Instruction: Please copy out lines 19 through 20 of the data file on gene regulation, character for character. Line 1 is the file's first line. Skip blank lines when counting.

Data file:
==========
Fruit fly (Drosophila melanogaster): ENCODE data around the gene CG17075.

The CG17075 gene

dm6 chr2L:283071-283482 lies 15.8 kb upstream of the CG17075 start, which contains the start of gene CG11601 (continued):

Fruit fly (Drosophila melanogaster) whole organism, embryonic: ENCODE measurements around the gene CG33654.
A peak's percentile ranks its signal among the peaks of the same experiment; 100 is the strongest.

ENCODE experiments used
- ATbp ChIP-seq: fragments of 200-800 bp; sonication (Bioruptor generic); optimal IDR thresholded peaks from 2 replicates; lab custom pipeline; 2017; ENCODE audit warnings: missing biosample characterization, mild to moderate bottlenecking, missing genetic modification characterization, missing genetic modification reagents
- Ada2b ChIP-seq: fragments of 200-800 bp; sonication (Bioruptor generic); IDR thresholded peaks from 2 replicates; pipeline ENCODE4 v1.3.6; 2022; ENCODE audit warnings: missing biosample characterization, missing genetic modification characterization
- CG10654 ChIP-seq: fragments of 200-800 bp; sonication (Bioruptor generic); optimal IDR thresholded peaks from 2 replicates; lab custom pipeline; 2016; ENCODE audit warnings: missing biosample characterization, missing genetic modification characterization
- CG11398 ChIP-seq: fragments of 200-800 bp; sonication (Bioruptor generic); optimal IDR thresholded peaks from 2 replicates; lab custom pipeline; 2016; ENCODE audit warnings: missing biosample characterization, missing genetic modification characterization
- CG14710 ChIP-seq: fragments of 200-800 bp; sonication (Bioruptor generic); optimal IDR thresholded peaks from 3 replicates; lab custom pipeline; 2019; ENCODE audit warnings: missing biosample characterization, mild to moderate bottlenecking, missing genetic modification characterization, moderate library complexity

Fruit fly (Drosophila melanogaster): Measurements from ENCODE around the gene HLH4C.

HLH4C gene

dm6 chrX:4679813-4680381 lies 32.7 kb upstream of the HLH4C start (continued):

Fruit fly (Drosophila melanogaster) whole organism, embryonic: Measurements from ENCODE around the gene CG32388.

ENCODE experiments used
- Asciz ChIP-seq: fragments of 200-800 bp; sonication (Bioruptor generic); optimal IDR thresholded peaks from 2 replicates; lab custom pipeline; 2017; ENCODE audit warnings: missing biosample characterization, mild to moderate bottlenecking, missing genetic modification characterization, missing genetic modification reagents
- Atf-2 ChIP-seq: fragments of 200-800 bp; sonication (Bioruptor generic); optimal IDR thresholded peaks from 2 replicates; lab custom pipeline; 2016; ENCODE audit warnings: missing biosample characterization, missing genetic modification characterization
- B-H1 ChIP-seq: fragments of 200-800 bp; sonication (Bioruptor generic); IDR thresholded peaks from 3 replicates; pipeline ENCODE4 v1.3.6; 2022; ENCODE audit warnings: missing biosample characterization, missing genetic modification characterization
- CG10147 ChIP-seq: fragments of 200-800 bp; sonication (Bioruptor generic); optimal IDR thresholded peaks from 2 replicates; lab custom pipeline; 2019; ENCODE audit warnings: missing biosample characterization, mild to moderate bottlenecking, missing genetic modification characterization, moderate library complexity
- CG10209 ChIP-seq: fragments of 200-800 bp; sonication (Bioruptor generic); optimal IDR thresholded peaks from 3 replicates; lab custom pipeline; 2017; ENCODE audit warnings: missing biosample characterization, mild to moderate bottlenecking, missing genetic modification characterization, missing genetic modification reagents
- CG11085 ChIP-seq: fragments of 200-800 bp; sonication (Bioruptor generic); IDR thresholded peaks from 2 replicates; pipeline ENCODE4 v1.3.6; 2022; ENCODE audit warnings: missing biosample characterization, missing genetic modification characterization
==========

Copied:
- B-H1 ChIP-seq: fragments of 200-800 bp; sonication (Bioruptor generic); IDR thresholded peaks from 3 replicates; pipeline ENCODE4 v1.3.6; 2022; ENCODE audit warnings: missing biosample characterization, missing genetic modification characterization
- CG10147 ChIP-seq: fragments of 200-800 bp; sonication (Bioruptor generic); optimal IDR thresholded peaks from 2 replicates; lab custom pipeline; 2019; ENCODE audit warnings: missing biosample characterization, mild to moderate bottlenecking, missing genetic modification characterization, moderate library complexity